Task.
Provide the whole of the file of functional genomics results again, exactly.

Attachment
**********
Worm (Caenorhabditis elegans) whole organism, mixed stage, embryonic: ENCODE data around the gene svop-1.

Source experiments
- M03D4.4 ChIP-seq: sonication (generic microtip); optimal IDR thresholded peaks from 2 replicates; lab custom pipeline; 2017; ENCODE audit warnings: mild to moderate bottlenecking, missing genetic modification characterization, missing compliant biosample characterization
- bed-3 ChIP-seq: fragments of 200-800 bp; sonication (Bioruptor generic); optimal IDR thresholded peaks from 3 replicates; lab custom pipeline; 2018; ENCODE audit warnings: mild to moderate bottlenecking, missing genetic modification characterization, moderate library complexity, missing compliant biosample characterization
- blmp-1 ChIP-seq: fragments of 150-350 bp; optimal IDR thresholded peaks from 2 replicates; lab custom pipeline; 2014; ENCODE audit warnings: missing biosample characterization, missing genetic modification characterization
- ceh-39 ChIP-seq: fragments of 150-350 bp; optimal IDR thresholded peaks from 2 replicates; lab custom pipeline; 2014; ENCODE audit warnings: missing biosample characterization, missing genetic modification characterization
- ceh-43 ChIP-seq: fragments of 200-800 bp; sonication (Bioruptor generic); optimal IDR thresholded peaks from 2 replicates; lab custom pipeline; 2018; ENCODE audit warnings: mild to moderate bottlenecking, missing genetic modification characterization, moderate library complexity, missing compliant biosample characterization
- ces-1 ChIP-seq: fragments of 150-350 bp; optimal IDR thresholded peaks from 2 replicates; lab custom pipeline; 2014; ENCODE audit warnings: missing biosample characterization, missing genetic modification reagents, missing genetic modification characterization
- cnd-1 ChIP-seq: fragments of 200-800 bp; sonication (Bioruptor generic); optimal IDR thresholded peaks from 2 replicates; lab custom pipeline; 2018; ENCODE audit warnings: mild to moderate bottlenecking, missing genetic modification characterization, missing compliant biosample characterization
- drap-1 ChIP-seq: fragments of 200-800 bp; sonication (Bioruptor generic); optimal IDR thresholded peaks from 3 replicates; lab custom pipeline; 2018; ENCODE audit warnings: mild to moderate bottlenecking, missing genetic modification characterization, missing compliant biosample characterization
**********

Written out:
Worm (Caenorhabditis elegans) whole organism, mixed stage, embryonic: ENCODE data around the gene svop-1.

Source experiments
- M03D4.4 ChIP-seq: sonication (generic microtip); optimal IDR thresholded peaks from 2 replicates; lab custom pipeline; 2017; ENCODE audit warnings: mild to moderate bottlenecking, missing genetic modification characterization, missing compliant biosample characterization
- bed-3 ChIP-seq: fragments of 200-800 bp; sonication (Bioruptor generic); optimal IDR thresholded peaks from 3 replicates; lab custom pipeline; 2018; ENCODE audit warnings: mild to moderate bottlenecking, missing genetic modification characterization, moderate library complexity, missing compliant biosample characterization
- blmp-1 ChIP-seq: fragments of 150-350 bp; optimal IDR thresholded peaks from 2 replicates; lab custom pipeline; 2014; ENCODE audit warnings: missing biosample characterization, missing genetic modification characterization
- ceh-39 ChIP-seq: fragments of 150-350 bp; optimal IDR thresholded peaks from 2 replicates; lab custom pipeline; 2014; ENCODE audit warnings: missing biosample characterization, missing genetic modification characterization
- ceh-43 ChIP-seq: fragments of 200-800 bp; sonication (Bioruptor generic); optimal IDR thresholded peaks from 2 replicates; lab custom pipeline; 2018; ENCODE audit warnings: mild to moderate bottlenecking, missing genetic modification characterization, moderate library complexity, missing compliant biosample characterization
- ces-1 ChIP-seq: fragments of 150-350 bp; optimal IDR thresholded peaks from 2 replicates; lab custom pipeline; 2014; ENCODE audit warnings: missing biosample characterization, missing genetic modification reagents, missing genetic modification characterization
- cnd-1 ChIP-seq: fragments of 200-800 bp; sonication (Bioruptor generic); optimal IDR thresholded peaks from 2 replicates; lab custom pipeline; 2018; ENCODE audit warnings: mild to moderate bottlenecking, missing genetic modification characterization, missing compliant biosample characterization
- drap-1 ChIP-seq: fragments of 200-800 bp; sonication (Bioruptor generic); optimal IDR thresholded peaks from 3 replicates; lab custom pipeline; 2018; ENCODE audit warnings: mild to moderate bottlenecking, missing genetic modification characterization, missing compliant biosample characterization